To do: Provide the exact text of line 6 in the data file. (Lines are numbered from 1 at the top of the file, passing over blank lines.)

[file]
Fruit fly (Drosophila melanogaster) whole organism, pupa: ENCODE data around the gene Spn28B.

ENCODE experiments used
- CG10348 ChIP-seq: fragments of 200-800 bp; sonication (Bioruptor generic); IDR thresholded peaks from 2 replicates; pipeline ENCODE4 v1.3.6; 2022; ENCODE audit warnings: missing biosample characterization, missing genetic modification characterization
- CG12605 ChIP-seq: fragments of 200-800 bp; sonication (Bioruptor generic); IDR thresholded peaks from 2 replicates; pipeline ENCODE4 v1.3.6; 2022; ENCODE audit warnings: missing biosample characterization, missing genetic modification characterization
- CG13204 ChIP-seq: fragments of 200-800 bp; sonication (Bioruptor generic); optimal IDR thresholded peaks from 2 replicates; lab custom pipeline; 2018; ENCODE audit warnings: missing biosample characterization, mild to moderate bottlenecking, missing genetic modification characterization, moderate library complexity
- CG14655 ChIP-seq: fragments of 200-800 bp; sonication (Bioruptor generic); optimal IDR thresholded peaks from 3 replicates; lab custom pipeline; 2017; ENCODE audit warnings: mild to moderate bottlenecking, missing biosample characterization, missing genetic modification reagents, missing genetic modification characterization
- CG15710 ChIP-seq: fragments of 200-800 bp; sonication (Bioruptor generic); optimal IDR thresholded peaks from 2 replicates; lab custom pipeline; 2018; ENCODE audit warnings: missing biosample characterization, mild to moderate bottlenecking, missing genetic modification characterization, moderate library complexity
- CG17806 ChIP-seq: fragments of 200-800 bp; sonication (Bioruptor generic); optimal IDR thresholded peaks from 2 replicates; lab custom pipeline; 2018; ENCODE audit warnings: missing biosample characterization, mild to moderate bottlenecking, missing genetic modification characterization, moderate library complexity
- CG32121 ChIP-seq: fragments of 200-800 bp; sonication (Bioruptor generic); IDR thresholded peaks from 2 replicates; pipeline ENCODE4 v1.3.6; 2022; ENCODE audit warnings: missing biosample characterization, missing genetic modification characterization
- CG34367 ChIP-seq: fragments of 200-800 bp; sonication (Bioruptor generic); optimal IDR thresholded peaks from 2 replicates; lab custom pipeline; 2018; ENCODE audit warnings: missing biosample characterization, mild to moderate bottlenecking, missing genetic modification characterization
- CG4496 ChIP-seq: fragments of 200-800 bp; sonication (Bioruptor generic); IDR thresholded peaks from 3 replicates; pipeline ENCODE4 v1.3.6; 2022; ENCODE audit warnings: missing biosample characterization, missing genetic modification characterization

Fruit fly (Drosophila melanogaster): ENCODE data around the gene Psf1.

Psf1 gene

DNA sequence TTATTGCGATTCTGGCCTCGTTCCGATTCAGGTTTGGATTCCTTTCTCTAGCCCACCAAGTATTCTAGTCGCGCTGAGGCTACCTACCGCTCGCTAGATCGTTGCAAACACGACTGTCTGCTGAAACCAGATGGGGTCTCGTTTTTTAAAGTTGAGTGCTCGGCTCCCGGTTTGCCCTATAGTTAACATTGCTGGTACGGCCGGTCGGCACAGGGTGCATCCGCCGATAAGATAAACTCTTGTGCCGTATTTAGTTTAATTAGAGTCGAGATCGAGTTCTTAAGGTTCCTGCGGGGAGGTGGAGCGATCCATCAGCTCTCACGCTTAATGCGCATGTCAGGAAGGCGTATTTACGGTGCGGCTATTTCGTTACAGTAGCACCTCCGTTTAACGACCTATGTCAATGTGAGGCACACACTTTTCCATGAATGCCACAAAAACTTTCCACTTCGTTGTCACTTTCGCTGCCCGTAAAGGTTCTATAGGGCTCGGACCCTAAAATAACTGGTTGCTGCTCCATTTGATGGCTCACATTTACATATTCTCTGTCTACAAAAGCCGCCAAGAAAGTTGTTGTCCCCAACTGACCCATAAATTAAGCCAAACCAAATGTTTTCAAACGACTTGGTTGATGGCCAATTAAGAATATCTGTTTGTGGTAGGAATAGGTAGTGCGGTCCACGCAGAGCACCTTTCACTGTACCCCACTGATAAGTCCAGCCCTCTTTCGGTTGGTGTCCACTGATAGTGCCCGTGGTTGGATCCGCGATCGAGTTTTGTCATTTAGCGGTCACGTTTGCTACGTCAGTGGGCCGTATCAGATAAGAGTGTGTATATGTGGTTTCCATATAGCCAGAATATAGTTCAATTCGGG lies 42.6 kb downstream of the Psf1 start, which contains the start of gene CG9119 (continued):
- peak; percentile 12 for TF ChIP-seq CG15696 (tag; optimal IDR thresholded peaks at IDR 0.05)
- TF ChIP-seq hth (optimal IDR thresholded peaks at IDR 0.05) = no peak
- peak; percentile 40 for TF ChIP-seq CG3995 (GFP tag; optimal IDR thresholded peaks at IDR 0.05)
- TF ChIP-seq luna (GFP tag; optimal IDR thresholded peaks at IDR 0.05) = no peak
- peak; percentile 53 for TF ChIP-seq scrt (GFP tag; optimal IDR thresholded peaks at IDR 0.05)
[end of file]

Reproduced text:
- CG14655 ChIP-seq: fragments of 200-800 bp; sonication (Bioruptor generic); optimal IDR thresholded peaks from 3 replicates; lab custom pipeline; 2017; ENCODE audit warnings: mild to moderate bottlenecking, missing biosample characterization, missing genetic modification reagents, missing genetic modification characterization